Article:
The Site Map Now Includes Entries for the Working with Binary Data Tutorials

Figure 3: The Site Map Now Includes Entries for the Working with Binary Data Tutorials

Step 2: Deciding Where to Store the Binary Data

Binary data that is associated with the application s data model can be stored in one of two places: on the web server s file system with a reference to the file stored in the database; or directly within the database itself (see Figure 4). Each approach has its own set of pros and cons and merits a more detailed discussion.

Binary Data Can Be Stored On the File System or Directly in the Database

Figure 4: Binary Data Can Be Stored On the File System or Directly in the Database (Click to view full-size image)

Imagine that we wanted to extend the Northwind database to associate a picture with each product. One option would be to store these image files on the web server s file system and record the path in the Products table. With this approach, we d add an ImagePath column to the Products table of type varchar(200), perhaps. When a user uploaded a picture for Chai, that picture might be stored on the web server s file system at ~/Images/Tea.jpg, where ~ represents the application s physical path. That is, if the web site is rooted at the physical path C:\Websites\Northwind\, ~/Images/Tea.jpg would be equivalent to C:\Websites\Northwind\Images\Tea.jpg. After uploading the image file, we d update the Chai record in the Products table so that its ImagePath column referenced the path of the new image. We could use ~/Images/Tea.jpg or just Tea.jpg if we decided that all product images would be placed in the application s Images folder.

The main advantages of storing the binary data on the file system are:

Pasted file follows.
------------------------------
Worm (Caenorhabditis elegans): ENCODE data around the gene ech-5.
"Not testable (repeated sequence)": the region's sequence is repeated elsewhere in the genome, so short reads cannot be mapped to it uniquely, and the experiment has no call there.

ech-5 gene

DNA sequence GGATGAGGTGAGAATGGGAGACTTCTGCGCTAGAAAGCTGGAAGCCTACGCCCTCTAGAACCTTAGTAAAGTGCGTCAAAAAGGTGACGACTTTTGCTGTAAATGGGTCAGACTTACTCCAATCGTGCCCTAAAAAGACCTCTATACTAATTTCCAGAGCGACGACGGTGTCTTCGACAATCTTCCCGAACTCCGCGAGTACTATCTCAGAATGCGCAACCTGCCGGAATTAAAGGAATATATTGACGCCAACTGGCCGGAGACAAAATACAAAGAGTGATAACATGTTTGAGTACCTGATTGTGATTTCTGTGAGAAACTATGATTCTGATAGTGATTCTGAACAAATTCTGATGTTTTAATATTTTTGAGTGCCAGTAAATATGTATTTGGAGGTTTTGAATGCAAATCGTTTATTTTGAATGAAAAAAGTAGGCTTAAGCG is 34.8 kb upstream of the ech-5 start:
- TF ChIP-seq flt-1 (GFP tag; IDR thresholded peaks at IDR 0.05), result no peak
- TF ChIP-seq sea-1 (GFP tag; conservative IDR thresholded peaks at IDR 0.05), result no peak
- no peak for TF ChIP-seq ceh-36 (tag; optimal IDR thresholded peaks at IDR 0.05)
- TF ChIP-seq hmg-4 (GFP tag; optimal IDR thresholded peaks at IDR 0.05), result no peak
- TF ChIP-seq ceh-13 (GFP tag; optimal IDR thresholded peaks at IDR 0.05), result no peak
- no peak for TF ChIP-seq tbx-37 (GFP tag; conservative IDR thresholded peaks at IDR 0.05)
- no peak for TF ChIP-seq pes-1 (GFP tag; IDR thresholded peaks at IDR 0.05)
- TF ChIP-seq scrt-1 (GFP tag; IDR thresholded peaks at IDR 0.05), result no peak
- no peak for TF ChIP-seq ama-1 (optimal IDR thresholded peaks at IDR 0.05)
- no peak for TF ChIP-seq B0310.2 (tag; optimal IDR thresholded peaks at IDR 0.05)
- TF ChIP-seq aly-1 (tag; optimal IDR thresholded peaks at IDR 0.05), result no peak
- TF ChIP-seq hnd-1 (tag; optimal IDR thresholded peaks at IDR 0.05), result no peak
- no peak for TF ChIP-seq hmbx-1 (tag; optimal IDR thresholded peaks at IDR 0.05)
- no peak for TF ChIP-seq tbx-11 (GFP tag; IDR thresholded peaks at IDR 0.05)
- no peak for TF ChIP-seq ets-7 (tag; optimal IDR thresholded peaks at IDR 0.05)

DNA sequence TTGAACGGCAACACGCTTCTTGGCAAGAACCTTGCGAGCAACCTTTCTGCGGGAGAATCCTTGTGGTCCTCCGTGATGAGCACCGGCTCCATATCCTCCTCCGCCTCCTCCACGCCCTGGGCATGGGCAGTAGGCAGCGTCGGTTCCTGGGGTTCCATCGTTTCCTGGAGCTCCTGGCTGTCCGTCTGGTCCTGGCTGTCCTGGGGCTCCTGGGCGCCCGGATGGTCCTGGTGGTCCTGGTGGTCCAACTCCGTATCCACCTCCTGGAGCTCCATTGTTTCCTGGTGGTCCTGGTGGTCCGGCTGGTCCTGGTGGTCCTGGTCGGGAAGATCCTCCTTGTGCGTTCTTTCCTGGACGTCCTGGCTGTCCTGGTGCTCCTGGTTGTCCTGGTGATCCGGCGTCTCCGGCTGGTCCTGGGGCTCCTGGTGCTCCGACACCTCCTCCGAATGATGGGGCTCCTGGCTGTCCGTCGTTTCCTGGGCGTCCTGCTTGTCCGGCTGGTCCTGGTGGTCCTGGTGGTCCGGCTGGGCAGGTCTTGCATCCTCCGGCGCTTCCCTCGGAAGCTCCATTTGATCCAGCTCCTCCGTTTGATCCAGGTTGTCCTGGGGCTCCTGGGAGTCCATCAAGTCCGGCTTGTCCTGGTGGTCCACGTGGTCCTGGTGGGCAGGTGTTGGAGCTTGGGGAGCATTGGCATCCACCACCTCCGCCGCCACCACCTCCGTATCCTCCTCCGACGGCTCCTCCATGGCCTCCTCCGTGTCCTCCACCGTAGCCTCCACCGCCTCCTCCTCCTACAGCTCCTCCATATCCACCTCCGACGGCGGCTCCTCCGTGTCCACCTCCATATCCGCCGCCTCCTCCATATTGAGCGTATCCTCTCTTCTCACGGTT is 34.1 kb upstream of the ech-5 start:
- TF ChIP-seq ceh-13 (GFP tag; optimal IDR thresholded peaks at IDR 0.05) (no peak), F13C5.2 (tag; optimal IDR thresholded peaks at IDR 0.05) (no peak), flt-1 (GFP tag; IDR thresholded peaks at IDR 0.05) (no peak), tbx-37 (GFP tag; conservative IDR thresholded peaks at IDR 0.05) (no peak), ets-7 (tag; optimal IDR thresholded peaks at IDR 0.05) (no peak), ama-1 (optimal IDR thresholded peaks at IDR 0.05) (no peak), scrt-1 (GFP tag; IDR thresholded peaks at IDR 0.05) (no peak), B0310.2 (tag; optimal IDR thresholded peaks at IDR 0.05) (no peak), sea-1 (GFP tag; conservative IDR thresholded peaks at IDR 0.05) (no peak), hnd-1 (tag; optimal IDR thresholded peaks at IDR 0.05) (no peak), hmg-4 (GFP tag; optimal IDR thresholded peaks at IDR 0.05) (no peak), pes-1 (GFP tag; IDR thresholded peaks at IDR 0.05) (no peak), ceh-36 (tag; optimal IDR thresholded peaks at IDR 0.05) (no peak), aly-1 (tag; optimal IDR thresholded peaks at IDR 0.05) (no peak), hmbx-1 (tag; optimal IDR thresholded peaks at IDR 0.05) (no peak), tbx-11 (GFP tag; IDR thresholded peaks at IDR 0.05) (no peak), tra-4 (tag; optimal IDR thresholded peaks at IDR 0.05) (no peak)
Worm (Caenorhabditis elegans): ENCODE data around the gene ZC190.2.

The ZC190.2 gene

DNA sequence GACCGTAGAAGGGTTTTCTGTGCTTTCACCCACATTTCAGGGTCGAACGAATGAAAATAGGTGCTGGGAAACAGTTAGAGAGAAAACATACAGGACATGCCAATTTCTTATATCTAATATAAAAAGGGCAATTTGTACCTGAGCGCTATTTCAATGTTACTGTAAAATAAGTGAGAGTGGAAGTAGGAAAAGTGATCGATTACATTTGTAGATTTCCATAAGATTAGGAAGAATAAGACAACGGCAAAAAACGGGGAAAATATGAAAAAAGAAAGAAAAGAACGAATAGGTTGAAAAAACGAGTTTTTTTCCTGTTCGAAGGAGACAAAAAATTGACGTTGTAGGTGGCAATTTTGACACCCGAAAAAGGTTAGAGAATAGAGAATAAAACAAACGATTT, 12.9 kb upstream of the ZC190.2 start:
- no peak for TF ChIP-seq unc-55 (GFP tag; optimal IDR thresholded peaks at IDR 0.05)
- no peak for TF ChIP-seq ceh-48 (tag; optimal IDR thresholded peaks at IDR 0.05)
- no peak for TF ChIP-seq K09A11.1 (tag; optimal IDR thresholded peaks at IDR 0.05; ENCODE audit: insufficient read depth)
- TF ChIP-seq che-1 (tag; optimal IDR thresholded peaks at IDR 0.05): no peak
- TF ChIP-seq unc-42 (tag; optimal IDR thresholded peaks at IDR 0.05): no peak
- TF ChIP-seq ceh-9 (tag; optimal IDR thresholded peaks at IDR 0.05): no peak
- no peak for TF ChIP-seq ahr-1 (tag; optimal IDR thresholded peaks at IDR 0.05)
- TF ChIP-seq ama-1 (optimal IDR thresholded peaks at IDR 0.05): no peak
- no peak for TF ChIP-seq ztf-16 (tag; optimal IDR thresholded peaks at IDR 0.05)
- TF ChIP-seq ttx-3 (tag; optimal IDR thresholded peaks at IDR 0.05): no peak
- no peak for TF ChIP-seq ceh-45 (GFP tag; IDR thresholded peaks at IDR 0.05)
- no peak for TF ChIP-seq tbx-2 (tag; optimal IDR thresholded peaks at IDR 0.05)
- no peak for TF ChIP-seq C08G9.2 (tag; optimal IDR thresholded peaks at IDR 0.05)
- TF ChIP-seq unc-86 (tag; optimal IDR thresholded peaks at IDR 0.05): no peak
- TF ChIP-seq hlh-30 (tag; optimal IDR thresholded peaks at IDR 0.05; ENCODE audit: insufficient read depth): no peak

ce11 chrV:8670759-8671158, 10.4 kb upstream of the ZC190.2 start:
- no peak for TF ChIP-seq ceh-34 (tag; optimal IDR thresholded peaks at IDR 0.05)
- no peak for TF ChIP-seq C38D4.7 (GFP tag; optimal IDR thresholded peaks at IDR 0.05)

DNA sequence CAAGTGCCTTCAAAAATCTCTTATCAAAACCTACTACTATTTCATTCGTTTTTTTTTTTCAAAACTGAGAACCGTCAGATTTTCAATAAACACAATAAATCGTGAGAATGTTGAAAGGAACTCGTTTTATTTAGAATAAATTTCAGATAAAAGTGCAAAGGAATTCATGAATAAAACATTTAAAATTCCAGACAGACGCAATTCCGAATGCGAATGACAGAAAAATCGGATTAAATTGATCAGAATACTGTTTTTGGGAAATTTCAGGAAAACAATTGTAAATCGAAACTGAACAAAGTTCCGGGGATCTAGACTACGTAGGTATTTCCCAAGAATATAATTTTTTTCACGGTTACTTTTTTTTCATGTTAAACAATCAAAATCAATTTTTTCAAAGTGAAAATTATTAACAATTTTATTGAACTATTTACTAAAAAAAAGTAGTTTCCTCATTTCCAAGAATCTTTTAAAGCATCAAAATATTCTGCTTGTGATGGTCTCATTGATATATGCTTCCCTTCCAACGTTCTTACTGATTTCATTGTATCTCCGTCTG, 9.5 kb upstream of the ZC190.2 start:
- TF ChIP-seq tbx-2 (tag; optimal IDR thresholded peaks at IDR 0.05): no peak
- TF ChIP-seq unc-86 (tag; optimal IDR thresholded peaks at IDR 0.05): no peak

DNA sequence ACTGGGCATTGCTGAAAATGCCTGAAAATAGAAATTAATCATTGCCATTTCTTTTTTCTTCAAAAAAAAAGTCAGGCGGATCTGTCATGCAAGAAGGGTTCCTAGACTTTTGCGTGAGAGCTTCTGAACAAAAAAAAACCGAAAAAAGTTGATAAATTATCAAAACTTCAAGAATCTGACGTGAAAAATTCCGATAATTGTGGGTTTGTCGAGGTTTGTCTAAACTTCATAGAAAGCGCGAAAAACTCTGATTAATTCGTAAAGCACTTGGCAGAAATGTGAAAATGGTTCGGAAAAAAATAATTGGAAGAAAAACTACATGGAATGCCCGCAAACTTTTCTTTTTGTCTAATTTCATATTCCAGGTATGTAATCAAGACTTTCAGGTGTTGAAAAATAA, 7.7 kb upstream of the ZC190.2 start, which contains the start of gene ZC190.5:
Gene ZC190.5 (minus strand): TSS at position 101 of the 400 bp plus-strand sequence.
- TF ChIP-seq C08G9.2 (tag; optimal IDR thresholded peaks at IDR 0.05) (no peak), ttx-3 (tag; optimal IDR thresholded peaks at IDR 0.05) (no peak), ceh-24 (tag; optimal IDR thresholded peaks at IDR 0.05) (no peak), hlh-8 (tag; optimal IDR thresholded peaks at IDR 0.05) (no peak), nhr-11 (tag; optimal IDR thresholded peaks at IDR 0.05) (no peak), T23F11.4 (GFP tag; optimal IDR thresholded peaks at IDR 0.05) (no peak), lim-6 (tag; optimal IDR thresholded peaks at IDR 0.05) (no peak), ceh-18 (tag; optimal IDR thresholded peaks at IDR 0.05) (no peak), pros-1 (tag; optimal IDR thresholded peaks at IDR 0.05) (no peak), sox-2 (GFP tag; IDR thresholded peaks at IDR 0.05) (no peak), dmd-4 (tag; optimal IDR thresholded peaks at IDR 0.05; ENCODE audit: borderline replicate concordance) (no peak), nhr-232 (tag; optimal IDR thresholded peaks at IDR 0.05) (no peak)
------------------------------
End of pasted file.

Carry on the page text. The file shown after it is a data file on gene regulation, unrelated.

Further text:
• Ease of implementation as we'll see shortly, storing and retrieving binary data stored directly within the database involves a bit more code than when working with data through the file system. Additionally, in order for a user to view or download binary data they must be presented with a URL to that data. If the data resides on the web server s file system, the URL is straightforward. If the data is stored in the database, however, a web page needs to be created that will retrieve and return the data from the database.
  • Wider access to the binary data the binary data may need to be accessible to other services or applications, ones that cannot pull the data from the database. For example, the images associated with each product might also need to be available to users through FTP, in which case we d want to store the binary data on the file system.
  • Performance if the binary data is stored on the file system, the demand and network congestion between the database server and web server will be less than if the binary data is stored directly within the database.

The main disadvantage of storing binary data on the file system is that it decouples the data from the database. If a record is deleted from the Products table, the associated file on the web server s file system is not automatically deleted. We must write extra code to delete the file or the file system will become cluttered with unused, orphaned files. Furthermore, when backing up the database, we must make sure to make backups of the associated binary data on the file system, as well. Moving the database to another site or server poses similar challenges.

Alternatively, binary data can be stored directly in a Microsoft SQL Server 2005 database by creating a column of type varbinary. Like with other variable length data types, you can specify a maximum length of the binary data that can be held in this column. For example, to reserve at most 5,000 bytes use varbinary(5000); varbinary(MAX) allows for the maximum storage size, about 2 GB.